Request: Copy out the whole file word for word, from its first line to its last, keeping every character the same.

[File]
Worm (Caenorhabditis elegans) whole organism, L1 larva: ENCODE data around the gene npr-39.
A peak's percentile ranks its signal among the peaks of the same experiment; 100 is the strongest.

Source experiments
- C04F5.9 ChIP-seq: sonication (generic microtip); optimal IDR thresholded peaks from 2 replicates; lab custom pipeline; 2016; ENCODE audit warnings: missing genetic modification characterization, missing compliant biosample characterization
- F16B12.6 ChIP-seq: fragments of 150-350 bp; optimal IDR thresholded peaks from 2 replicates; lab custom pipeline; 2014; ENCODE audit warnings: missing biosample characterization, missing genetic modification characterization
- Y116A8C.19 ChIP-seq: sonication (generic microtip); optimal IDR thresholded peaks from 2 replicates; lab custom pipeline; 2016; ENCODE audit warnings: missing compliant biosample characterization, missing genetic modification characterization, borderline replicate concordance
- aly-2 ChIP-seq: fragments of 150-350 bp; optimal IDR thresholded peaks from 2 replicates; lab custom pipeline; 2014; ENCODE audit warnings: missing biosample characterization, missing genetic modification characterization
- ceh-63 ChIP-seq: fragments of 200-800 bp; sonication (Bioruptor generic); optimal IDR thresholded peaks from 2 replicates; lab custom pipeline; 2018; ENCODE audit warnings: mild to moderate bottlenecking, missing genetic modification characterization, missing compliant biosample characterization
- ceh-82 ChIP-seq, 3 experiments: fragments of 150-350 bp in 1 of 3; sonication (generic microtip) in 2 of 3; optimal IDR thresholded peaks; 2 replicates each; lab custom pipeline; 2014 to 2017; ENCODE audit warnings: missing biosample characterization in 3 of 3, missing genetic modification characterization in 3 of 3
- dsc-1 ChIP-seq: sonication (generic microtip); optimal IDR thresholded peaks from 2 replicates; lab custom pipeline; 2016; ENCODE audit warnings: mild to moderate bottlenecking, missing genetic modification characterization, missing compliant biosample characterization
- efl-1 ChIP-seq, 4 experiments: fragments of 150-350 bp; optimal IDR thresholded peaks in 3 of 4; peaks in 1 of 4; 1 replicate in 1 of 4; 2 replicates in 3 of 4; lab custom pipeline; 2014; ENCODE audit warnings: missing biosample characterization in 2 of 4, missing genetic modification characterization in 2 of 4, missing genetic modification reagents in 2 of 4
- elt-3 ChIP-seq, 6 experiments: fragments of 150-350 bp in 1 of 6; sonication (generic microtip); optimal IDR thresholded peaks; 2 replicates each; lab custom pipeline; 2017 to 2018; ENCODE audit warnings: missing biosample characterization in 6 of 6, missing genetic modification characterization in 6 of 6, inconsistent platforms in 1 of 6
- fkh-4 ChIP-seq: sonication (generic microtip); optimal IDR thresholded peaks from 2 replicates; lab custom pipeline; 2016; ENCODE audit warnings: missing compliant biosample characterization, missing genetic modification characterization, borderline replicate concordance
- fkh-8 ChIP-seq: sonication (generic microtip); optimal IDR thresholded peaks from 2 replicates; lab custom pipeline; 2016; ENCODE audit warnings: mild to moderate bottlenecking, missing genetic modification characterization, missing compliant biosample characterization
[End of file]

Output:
Worm (Caenorhabditis elegans) whole organism, L1 larva: ENCODE data around the gene npr-39.
A peak's percentile ranks its signal among the peaks of the same experiment; 100 is the strongest.

Source experiments
- C04F5.9 ChIP-seq: sonication (generic microtip); optimal IDR thresholded peaks from 2 replicates; lab custom pipeline; 2016; ENCODE audit warnings: missing genetic modification characterization, missing compliant biosample characterization
- F16B12.6 ChIP-seq: fragments of 150-350 bp; optimal IDR thresholded peaks from 2 replicates; lab custom pipeline; 2014; ENCODE audit warnings: missing biosample characterization, missing genetic modification characterization
- Y116A8C.19 ChIP-seq: sonication (generic microtip); optimal IDR thresholded peaks from 2 replicates; lab custom pipeline; 2016; ENCODE audit warnings: missing compliant biosample characterization, missing genetic modification characterization, borderline replicate concordance
- aly-2 ChIP-seq: fragments of 150-350 bp; optimal IDR thresholded peaks from 2 replicates; lab custom pipeline; 2014; ENCODE audit warnings: missing biosample characterization, missing genetic modification characterization
- ceh-63 ChIP-seq: fragments of 200-800 bp; sonication (Bioruptor generic); optimal IDR thresholded peaks from 2 replicates; lab custom pipeline; 2018; ENCODE audit warnings: mild to moderate bottlenecking, missing genetic modification characterization, missing compliant biosample characterization
- ceh-82 ChIP-seq, 3 experiments: fragments of 150-350 bp in 1 of 3; sonication (generic microtip) in 2 of 3; optimal IDR thresholded peaks; 2 replicates each; lab custom pipeline; 2014 to 2017; ENCODE audit warnings: missing biosample characterization in 3 of 3, missing genetic modification characterization in 3 of 3
- dsc-1 ChIP-seq: sonication (generic microtip); optimal IDR thresholded peaks from 2 replicates; lab custom pipeline; 2016; ENCODE audit warnings: mild to moderate bottlenecking, missing genetic modification characterization, missing compliant biosample characterization
- efl-1 ChIP-seq, 4 experiments: fragments of 150-350 bp; optimal IDR thresholded peaks in 3 of 4; peaks in 1 of 4; 1 replicate in 1 of 4; 2 replicates in 3 of 4; lab custom pipeline; 2014; ENCODE audit warnings: missing biosample characterization in 2 of 4, missing genetic modification characterization in 2 of 4, missing genetic modification reagents in 2 of 4
- elt-3 ChIP-seq, 6 experiments: fragments of 150-350 bp in 1 of 6; sonication (generic microtip); optimal IDR thresholded peaks; 2 replicates each; lab custom pipeline; 2017 to 2018; ENCODE audit warnings: missing biosample characterization in 6 of 6, missing genetic modification characterization in 6 of 6, inconsistent platforms in 1 of 6
- fkh-4 ChIP-seq: sonication (generic microtip); optimal IDR thresholded peaks from 2 replicates; lab custom pipeline; 2016; ENCODE audit warnings: missing compliant biosample characterization, missing genetic modification characterization, borderline replicate concordance
- fkh-8 ChIP-seq: sonication (generic microtip); optimal IDR thresholded peaks from 2 replicates; lab custom pipeline; 2016; ENCODE audit warnings: mild to moderate bottlenecking, missing genetic modification characterization, missing compliant biosample characterization